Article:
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Ghostbusters And A Gay Luke Skywalker

March 16, 2016

I’ve had time to digest these two things mentally and first-up: Ghostbusters…god that thing looks horrible. I’ve seen a lot of comments on it already and I agree with the vast majority that dislike it. I made an entry about it here before on my web log and I stand by it: the writers for this movie are terrible and the woman thing is a gimmick–that’s not to say that gimmicks can’t work; it’s just that this particular gimmick is cheap. And the writers made it into a straight comedy if the trailer is to be believed.

The thing about the original one was that it was kind of a horror movie that happened to have some comedy in it. Harold Ramis and Ivan Reitman also knew how to do humor cleverly. Paul Feig? I love the guy’s work on Freaks And Geeks, but he can’t do subtle to save his life, which makes me think that Freaks And Geeks owed more to Judd Apatow and the other writers and less to his doing. This is Stanley from Ski Patrol lest anyone forget.

So that’s kind of annoying. I don’t have a problem per se with an all-female Ghostbusters, but just not these women or these writers and director. It’s horrible. And I love slapstick. Give me good slapstick and I’m happy, but this isn’t good. Or at least the trailer sooo did not sell me on that bullshit. My other issue is that they make too many references to the other movies within them. Now, if your movie is good then that’s not necessarily a problem, but this doesn’t look like it’s going to be a good movie and as Brad Jones always says, “Don’t remind me of a better movie within your shitty movie.” And it’s true.

I’d love to be proven wrong, however. Though that trailer was monkey spunk smeared across the wall.

Next topic is Luke Skywalker being gay. Yeah, probably going to get some flak for this, but really? So the person that wondered this has never seen the original movies or read the EU which Disney wiped its Mickey Mouse ass on. That’s fine. Your personal canon is your personal canon. If you want to think that Mara Jade was Luke’s beard, then have it. My problem with this is that I don’t really care where Luke likes to stick his thing nor have I ever really wondered. It only became a tertiary concept to me because of his marriage to Mara Jade and his son, otherwise I’d never ponder it.

I don’t really care about the love lives of fictional characters. I know rule 34 exists for a reason, but it’s a shitty reason. I’m also tired of fandoms being dragged onto the culture wars to be more ‘inclusive’. That shouldn’t be the only reason a thing exists; no–the story should not be subservient to political concerns and things like Luke Skywalker maaaybe being gay and the all-female Ghostbusters seem to have put political concerns at the forefront. And I know, it’s not official canon that Luke is homosexual and it’s based off of Mark Hamill’s comments, but c’mon. He could’ve just as easily have said, “Doesn’t matter if he is or isn’t and it has no bearing on the story or his role in the story.”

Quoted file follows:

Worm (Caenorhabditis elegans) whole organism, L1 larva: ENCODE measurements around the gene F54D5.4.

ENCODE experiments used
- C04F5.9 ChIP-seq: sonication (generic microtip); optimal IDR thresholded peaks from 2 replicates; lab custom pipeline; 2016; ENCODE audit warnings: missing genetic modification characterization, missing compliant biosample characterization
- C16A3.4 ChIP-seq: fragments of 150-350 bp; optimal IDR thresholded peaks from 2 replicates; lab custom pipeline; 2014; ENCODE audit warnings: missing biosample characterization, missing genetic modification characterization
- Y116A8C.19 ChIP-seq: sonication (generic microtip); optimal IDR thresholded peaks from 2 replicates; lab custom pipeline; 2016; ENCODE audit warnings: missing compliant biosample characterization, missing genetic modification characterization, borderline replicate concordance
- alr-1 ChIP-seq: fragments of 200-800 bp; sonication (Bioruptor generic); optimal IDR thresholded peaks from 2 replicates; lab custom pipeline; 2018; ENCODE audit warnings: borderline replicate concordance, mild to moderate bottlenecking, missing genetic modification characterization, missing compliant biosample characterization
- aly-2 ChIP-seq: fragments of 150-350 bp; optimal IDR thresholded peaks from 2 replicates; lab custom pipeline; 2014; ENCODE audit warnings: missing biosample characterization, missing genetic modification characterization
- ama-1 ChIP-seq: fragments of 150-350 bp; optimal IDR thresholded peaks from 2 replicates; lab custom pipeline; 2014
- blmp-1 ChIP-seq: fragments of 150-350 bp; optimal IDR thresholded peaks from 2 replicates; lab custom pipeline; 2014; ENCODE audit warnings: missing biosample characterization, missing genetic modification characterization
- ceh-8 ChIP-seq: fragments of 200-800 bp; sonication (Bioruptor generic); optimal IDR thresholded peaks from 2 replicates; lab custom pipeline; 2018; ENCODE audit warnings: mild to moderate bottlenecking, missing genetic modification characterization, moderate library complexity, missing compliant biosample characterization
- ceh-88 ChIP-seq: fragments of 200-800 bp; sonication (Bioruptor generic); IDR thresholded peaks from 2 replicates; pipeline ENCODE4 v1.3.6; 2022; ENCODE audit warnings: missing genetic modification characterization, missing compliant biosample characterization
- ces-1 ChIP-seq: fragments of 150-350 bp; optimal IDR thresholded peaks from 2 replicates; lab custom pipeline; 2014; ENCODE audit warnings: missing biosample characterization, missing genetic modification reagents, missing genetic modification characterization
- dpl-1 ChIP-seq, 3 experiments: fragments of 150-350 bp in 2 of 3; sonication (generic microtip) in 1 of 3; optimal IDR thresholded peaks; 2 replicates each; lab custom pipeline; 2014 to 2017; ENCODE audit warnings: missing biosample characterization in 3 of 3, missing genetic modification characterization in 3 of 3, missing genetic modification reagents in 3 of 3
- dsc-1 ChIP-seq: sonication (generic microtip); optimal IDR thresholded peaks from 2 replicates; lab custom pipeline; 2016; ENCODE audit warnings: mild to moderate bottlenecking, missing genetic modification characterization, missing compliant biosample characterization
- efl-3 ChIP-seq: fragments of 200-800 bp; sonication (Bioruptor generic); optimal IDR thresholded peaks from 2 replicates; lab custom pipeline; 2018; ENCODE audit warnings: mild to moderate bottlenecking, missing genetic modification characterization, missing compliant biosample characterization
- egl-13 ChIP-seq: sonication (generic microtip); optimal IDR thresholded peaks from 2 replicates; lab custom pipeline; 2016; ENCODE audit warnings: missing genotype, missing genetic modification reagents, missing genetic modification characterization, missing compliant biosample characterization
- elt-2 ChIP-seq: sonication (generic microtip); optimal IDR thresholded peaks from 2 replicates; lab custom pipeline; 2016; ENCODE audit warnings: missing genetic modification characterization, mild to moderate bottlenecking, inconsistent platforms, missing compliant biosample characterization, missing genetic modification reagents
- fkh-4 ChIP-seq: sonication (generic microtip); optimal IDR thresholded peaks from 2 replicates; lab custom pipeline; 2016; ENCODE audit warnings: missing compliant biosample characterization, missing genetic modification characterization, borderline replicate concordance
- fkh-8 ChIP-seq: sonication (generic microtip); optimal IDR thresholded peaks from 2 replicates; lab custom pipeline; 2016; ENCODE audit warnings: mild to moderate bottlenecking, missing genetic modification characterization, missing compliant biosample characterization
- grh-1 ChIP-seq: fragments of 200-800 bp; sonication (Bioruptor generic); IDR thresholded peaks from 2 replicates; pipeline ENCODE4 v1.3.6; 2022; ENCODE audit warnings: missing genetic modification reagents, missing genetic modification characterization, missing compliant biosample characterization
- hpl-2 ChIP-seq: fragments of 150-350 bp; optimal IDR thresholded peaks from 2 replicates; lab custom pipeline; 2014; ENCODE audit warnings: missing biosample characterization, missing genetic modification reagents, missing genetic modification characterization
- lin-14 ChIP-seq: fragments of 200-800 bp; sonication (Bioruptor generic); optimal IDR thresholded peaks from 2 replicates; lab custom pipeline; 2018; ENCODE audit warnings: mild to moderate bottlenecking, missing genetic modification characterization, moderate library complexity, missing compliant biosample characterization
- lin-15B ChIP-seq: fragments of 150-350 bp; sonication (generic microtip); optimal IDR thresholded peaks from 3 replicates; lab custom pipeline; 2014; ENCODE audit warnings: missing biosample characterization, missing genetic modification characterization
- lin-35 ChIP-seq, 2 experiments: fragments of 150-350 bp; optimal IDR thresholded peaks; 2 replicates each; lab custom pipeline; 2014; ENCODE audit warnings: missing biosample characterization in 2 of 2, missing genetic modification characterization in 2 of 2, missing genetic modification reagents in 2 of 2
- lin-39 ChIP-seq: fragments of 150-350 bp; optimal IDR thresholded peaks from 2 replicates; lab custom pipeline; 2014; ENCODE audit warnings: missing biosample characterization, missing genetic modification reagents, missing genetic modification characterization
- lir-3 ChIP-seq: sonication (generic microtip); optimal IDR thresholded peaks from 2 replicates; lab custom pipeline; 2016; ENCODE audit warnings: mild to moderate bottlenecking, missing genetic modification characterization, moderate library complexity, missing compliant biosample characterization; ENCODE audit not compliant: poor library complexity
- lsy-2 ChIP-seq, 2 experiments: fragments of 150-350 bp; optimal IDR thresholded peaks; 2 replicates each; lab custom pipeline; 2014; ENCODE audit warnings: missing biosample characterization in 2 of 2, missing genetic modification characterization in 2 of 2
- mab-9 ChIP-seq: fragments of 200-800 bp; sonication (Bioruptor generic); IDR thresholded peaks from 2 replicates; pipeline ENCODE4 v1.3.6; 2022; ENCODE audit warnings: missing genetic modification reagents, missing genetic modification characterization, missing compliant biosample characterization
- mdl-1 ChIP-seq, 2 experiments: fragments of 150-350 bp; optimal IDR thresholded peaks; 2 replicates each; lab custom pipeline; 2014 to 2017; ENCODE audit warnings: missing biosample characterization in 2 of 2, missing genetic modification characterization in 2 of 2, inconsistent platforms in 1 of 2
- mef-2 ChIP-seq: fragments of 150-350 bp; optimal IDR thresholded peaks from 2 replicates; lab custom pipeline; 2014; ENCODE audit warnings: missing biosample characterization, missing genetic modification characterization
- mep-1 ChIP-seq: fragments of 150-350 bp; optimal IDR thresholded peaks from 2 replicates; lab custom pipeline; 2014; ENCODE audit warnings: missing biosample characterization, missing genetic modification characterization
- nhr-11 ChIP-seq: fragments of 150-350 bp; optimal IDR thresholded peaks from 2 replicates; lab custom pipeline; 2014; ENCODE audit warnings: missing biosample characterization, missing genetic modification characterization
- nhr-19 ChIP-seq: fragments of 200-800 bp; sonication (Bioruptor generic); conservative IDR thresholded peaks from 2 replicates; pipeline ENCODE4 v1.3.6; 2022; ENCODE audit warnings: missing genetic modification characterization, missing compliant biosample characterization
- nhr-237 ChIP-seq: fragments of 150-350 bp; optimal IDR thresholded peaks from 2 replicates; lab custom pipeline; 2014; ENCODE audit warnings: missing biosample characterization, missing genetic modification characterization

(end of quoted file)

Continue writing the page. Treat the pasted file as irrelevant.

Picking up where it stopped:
The thing is that Kevin Smith actually made fun of people that wondered about the sex lives of comic book characters when he did Mallrats. I feel the same rule applies here: it’s kind of silly. I just find the notion that if a particular group is not included in a piece of fiction then it must be bad or the creators are just projecting their own biases or they’re against this group because they didn’t include it. Or if there’s a ‘questionable’ subplot in the movie then that must mean the writers hate this particular group. It’s all very asinine to me. I’m sure someone out there’s going, “lulz yu hve wyte mail priivledge’. But that’s not it. If I kept the same personality I have now with the same temperament I’d still find this just as facepalming.

It has nothing to do with one group getting preference over the other…I’m just sick of the politicization of the creative process and of pop culture in general. It’s as if the world’s turned into some sort of shitty zero sum game for some people and they need to ‘stigg’nit’ to their ideological ‘enemy’ when, in fact, creativity doesn’t work on it. I want to be creator eventually–hell, I already am a creator with this web log and such and I’d hate to wake up one day and find that due to my ‘insensitivity’ to the ‘safe space of others’ that I must censor myself or give some sort of apology for saying the things I do.

No, if someone doesn’t include a black person in their story it does not make them racist, or if they fail to make a strong enough female that they hate all women and see them as objects to be obtained, or if there’s not a homosexual character that they hate all gays. It just means they had a particular vision for a story and just didn’t include them for whatever reason. Oftentimes when you write you tend to focus on the story first and the other stuff is treated as window dressing. But I assure you that unless they get the seal of approval from some hate group, that an author or director of a movie does not personally hate you or your race or your gender or you sexual leanings or anything else about you.

Kevin Smith had another great line from Jay & Silent Bob Strike Back: Jay took the comments of internet commentators personally and Ben Affleck had the line, “You know these are fictional characters, right? They’re not real. They’re not saying these things about you.” I think that applies to every group clamoring for a more ‘sensitive’ approach from creators: You do realize that authors, directors, producers, and casting directors are not saying bad things about you, right? These are fictional characters–not real.

Anyway, those are just my thoughts on this inanity and hopefully someone out there actually reads it and I don’t wind up with so many comments saying I’m a homophobe or hate women. Buuuuut I won’t be surprised in either case.

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